Expand and better target workforce career centers and job sites to more efficiently connect workers and employers. An example is an initiative announced by DEED with their #GoodJobsNow campaign to highlight Minnesota businesses who are hiring right now for quality jobs.
Reorient workforce development programs toward the immediate needs of a post-COVID-19 response. For example, demand for IT skills may accelerate both in the short-term – as more businesses shift to digital strategies in light of the pandemic – and in the long-term – as digital technology reshapes existing industries from food production to financial services to retail, and everything in between.
Ensure that public safety nets do not result in undermining incentives to participate in the labor force or put the burden of financing these programs solely on employers.
Expand programs to encourage labor force participation and hiring in underrepresented groups. Delivering on the promise of racial equity is an imperative for Minnesota businesses and essential to rebuilding a post-COVID-19 economy that improves the lives of all Minnesotans. This includes doubling down on proven strategies that connect employers to diverse talent, particularly in high-demand jobs and sectors.
Leverage new opportunities to connect individuals to job opportunities through remote work. This includes increasing access to broadband for underserved and unserved households and businesses through additional public and private investment in this much needed infrastructure. Increasing access to high-speed broadband can both spur short-term recovery and provide an essential building block to long-term development of the state’s economy.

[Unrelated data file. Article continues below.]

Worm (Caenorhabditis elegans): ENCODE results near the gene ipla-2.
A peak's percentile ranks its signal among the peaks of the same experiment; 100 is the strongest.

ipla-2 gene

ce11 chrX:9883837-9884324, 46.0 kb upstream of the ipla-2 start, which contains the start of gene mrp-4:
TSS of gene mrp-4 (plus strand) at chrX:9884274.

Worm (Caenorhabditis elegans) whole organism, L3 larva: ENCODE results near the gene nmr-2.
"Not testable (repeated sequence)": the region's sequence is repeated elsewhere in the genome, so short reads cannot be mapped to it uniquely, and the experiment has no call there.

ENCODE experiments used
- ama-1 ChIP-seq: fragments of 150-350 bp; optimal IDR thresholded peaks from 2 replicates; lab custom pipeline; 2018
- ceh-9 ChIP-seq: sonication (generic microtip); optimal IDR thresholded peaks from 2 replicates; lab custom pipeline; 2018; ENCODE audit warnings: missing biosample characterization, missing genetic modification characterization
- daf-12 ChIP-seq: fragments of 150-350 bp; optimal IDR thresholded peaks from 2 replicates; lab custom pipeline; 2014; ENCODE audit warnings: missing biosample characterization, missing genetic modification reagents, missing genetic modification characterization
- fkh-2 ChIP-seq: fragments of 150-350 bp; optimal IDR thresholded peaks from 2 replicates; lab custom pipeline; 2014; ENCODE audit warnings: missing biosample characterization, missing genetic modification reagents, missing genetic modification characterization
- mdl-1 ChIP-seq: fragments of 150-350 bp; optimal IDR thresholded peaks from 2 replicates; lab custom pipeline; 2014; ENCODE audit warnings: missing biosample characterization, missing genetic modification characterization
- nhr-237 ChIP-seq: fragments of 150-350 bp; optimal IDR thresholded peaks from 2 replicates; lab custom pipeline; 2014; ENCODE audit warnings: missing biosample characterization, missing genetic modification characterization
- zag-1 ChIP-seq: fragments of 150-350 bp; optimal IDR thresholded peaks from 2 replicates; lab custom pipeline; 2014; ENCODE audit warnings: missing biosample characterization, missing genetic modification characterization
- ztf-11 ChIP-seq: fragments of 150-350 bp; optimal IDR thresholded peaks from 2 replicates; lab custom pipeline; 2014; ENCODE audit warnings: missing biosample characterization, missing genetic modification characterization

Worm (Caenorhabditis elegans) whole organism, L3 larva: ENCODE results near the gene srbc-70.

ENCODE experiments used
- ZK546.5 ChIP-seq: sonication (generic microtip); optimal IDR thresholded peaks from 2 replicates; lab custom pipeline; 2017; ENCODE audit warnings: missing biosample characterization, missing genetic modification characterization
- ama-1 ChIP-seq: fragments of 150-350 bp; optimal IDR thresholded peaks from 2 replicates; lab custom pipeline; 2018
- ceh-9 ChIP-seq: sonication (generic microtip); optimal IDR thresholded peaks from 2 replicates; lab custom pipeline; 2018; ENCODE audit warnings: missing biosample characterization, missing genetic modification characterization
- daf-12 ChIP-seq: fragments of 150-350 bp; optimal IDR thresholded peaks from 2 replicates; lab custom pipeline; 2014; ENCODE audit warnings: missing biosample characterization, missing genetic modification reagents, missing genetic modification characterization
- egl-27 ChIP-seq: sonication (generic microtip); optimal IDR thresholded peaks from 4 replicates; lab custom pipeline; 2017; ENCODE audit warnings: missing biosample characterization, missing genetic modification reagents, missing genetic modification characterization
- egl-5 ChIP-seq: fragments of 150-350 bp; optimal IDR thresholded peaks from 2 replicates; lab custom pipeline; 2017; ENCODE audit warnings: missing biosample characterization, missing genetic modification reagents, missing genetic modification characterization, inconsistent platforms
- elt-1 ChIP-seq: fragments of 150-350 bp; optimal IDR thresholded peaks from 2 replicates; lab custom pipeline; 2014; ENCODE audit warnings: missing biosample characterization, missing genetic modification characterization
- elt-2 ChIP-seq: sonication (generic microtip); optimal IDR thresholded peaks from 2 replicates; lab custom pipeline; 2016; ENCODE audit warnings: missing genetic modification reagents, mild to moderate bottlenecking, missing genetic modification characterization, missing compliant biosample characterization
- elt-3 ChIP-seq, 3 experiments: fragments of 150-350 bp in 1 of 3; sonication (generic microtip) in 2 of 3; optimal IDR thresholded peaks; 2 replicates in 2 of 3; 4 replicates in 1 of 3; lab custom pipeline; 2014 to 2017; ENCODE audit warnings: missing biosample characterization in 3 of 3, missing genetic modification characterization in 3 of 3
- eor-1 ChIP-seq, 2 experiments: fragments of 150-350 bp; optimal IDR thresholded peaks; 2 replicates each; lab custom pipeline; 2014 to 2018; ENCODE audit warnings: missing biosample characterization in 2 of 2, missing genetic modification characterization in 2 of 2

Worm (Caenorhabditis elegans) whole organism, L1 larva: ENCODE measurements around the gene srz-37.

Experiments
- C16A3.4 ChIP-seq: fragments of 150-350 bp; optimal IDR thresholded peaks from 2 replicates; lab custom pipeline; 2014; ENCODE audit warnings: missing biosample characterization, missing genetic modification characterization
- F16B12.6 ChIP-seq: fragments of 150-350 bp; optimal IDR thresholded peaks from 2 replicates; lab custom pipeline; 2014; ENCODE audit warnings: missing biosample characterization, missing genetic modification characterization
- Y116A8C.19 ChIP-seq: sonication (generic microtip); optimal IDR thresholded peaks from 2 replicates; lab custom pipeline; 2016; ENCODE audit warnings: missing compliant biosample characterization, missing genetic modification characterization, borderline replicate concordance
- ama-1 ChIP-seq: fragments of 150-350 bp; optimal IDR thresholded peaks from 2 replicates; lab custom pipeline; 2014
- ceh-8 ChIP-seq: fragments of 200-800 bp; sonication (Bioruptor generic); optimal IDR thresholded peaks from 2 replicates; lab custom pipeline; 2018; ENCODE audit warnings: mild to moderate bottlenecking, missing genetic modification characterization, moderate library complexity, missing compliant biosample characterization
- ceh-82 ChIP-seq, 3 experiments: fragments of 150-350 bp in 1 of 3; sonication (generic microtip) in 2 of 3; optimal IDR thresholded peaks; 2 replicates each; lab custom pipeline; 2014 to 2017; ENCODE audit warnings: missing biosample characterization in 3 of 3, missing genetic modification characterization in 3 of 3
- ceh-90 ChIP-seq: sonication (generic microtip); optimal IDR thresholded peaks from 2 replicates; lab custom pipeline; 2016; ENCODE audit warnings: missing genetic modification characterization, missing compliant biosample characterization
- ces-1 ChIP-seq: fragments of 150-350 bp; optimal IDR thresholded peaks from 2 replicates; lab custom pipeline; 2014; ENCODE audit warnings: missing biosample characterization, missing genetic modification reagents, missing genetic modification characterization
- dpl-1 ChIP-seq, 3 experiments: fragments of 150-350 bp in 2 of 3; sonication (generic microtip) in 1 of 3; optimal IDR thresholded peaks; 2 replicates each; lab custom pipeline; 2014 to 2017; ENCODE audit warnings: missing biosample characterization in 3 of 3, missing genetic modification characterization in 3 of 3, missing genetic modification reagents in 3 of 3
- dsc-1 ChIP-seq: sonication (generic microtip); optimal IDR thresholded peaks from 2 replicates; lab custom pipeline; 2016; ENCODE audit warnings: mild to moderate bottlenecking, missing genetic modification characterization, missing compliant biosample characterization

Reduce barriers to workforce participation. A critical immediate concern is child care as a shortage of available early care has the potential to impede economic recovery in many communities. Prior to the COVID-19 pandemic, Minnesota’s working parents were facing a severe shortage of quality child care. Now, decreased capacity and new pandemic-related costs mean operating losses for child care providers that may result in more closures and even less available early care and education options. In direct response to COVID-19, additional funding is needed to meet the needs of low-income and essential workers and their providers. This should be one-time and targeted supplemental funding due to the pandemic and policymakers should seek to maximize the use of federal funds for this purpose. Early learning scholarships in particular help low-income children access high-quality providers. Incentives for employers should be immediately considered to support quick and innovative ways for employers to address child care issues within their own or their community’s workforce.
Help local communities foster collaboration between workforce training/education institutions and the local business sector to prepare people for jobs and skills in highest demand.
Minnesota’s Economic Strengths
Per capita income, GDP per capita and labor productivity levels.
Labor force participation and lowest unemployment rates in the United States.
EDUCATED AND SKILLED WORKFORCE
Education levels and concentrations of highly-skilled workers.
High rate of patent activity.
Fortune 500 headquarters and industry-leading firms.
Jobs spread across major industry sectors.
INDUSTRY CLUSTERS IN KEY SECTORS
Health care and medical technology, food and agriculture, headquarters, finance and insurance and high-tech.